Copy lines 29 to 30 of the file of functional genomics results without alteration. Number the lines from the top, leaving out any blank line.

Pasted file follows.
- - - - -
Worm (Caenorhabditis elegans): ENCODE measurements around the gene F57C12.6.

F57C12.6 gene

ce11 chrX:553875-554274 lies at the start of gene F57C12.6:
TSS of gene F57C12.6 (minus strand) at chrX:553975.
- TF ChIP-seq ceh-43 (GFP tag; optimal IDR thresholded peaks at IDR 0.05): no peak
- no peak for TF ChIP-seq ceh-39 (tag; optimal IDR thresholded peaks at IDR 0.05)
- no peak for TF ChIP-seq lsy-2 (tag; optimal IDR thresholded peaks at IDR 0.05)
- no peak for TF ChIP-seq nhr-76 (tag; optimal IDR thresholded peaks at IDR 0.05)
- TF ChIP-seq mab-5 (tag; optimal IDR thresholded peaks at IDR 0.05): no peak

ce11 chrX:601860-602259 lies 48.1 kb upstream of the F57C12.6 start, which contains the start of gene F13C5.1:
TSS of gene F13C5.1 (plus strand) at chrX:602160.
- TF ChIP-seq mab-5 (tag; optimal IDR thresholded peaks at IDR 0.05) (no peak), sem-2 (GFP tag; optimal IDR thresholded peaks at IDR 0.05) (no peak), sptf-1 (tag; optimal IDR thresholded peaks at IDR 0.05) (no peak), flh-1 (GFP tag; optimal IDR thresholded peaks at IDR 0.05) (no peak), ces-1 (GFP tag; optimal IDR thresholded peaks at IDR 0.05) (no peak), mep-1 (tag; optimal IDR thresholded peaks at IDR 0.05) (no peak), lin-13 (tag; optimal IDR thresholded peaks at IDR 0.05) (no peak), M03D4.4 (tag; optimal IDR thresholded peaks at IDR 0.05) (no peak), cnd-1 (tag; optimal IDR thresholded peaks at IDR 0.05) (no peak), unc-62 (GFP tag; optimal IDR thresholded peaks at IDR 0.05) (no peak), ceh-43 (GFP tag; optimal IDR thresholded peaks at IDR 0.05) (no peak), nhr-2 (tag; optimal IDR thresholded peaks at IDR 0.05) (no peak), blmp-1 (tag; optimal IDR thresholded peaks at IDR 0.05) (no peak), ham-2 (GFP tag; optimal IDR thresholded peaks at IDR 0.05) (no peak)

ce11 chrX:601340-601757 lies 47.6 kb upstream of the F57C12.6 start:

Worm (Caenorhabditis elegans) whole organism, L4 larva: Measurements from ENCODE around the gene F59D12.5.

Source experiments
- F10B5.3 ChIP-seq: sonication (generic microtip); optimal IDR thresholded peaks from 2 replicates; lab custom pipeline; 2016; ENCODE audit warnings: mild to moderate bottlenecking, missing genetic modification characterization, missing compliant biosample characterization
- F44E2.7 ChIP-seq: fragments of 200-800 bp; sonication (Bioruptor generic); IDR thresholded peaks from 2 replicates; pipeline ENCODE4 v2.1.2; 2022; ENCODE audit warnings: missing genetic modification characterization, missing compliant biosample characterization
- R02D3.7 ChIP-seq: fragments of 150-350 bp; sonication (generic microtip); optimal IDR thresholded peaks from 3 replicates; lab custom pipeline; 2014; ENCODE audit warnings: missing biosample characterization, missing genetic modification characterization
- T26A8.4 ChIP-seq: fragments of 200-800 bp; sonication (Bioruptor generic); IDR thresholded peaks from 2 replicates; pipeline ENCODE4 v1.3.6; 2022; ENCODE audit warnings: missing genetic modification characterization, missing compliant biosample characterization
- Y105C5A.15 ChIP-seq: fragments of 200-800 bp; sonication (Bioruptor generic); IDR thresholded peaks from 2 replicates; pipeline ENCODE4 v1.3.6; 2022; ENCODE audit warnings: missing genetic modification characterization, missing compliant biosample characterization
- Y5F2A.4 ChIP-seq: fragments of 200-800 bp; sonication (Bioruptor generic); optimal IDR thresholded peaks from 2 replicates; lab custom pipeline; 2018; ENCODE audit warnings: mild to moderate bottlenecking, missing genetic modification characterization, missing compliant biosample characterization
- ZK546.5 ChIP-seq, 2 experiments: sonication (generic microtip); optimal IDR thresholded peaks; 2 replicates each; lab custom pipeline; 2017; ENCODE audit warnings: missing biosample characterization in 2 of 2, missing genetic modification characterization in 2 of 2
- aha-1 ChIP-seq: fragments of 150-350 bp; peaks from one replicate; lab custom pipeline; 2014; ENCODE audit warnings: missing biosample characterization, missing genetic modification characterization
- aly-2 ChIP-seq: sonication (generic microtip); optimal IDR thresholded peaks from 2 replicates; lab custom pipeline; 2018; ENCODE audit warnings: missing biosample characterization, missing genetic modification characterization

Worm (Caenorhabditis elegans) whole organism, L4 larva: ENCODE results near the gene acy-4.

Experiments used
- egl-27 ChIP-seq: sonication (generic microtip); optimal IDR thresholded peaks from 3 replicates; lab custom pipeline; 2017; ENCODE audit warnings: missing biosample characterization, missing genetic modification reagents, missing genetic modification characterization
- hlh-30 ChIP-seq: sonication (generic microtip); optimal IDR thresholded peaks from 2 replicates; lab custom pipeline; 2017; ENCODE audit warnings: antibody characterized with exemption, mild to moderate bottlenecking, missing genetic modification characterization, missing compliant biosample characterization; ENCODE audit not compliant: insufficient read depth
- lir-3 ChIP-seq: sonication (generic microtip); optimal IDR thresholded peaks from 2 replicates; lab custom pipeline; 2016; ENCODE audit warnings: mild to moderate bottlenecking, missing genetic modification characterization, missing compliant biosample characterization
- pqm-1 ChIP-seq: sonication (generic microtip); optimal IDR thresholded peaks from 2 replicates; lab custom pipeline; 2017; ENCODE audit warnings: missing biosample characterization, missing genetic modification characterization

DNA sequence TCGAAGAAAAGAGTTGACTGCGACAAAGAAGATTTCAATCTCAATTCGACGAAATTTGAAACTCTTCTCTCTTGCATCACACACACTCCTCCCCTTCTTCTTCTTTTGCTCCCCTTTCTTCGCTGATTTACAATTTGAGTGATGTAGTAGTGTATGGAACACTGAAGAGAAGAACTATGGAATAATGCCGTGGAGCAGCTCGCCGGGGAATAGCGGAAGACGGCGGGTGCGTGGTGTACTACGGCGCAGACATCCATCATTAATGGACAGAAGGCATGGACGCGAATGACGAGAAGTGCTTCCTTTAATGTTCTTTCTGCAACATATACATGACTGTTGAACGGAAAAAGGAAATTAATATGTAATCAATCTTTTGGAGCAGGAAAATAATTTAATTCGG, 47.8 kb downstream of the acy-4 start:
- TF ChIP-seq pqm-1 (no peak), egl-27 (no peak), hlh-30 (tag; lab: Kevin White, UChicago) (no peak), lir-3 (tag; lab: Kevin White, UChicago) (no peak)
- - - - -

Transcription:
- lir-3 ChIP-seq: sonication (generic microtip); optimal IDR thresholded peaks from 2 replicates; lab custom pipeline; 2016; ENCODE audit warnings: mild to moderate bottlenecking, missing genetic modification characterization, missing compliant biosample characterization
- pqm-1 ChIP-seq: sonication (generic microtip); optimal IDR thresholded peaks from 2 replicates; lab custom pipeline; 2017; ENCODE audit warnings: missing biosample characterization, missing genetic modification characterization